‘Eight-o’clock news decision obviously affected election outcome’

Strategic Communications Professor Rens Vliegenthart reviews the electoral campaign.
Een scene uit de bewuste Journaal-uitzending A scene from the below mentioned news broadcast. Source NPO Start

The Strategic Communications group went through a turbulent campaign period with various studies on media and elections, including an extensive panel study. Resource interviewed chair Rens Vliegenthart about his initial impressions.

Was the outcome of the election expected?
‘The panel on the last days before the elections has not yet been processed, so we failed to see a final push in the PVV polls. What we noted is that the VVD campaign strategy benefited Wilders. VVD’s narrative constantly focused on migration as well as linking other issues, such as the housing shortage, to migration. According to our panel, ownership for this topic lies exclusively with the PVV, even more so than in previous years. As a result, PVV benefited from all this focus on migration. Based on our panel, Yeşilgöz did indeed help Wilders’ victory.’

In terms of spending on social media, PVV was at the bottom of the list. Still, they won by a landslide. What does that tell you?
‘PVV posts content on social media but does not advertise. The outcome of the election could prompt the conclusion that political targeting is pointless, but that would be too simple. After all, there is no telling whether other parties would have done worse without spending on social media. It is clear, however, that targeting through social media does not make a big difference.’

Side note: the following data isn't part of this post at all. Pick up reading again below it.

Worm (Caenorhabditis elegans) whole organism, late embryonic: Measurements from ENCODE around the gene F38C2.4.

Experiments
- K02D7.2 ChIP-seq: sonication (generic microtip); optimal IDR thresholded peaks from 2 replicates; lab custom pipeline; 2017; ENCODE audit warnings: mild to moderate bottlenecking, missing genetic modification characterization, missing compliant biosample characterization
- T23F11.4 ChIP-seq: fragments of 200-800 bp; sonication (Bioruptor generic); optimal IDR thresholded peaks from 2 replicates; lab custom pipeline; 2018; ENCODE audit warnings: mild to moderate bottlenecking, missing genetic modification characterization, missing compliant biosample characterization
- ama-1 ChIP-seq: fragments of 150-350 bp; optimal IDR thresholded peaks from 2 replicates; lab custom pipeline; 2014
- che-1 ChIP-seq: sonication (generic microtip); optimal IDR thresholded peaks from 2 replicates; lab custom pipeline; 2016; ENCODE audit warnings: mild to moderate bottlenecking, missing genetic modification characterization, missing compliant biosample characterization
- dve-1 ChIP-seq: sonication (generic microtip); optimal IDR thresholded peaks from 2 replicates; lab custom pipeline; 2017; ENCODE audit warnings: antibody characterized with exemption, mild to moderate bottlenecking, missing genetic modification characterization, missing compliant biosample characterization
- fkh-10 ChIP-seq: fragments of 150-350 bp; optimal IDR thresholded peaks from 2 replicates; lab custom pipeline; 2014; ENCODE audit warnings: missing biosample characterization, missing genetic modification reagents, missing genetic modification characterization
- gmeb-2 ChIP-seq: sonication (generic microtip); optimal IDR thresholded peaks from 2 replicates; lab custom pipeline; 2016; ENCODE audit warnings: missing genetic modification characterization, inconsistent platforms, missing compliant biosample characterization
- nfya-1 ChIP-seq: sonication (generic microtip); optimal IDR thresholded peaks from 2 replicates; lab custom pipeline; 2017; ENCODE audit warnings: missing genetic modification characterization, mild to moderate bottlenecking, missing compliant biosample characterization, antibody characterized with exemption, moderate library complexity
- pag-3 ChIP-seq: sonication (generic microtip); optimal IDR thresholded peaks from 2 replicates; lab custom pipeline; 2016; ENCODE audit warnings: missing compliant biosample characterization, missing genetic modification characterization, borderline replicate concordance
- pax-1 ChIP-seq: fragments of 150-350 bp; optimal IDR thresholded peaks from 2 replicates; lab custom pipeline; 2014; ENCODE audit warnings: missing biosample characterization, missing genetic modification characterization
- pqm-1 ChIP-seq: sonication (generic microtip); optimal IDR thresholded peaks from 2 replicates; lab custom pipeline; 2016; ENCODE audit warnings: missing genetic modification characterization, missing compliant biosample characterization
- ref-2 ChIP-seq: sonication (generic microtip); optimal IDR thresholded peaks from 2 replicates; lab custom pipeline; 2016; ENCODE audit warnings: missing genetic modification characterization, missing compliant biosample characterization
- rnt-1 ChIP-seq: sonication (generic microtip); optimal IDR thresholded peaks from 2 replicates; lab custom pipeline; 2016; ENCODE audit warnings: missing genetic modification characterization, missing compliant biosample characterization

Young voters told Resource that Wilders was everywhere on TikTok. Is there an explanation?
‘My children reported that they constantly saw Thierry Baudet on TikTok, posting clips in the gym and other locations popular among teenagers and young adults. PVV and FvD may have specifically focused on this group as an investment in the future. Political parties were very active with different strategies on social media during this campaign.’

What activity or expression specifically caught your attention in this campaign?
‘I feel that the news last Saturday was a determining moment when the NOS news opened with Maurice de Hond’s poll, which said that the PVV was set to gain five seats at the expense of NSC losing the same number. I have a very strong opinion on this, and not just as a scientist. I am not saying that the PVV’s victory can be entirely attributed to this event, but this  media focus on a single poll definitely made a difference in the election results.’

‘De Hond’s poll was given extra focus by the fact that the news led with it, while we know very little about its trustworthiness. De Hond barely explains how his polls are taken, with what samples and margins of error. The news item was presented with a sense of urgency because journalists had been eagerly awaiting a game-changer in the campaign. Principles on how media should report on polls went out the window, while the impact of campaign dynamics is widely known. The bandwagon effect, the tendency of people to join the winning party, certainly influenced voting behaviour.’

When will we be able to draw conclusions from this campaign? 
‘We will present some of our findings based on the data gathered during this campaign during the Day and Night of Communication Sciences at the start of February. But the studies are part of multi-year projects, so we can benefit from the findings for years to come.’

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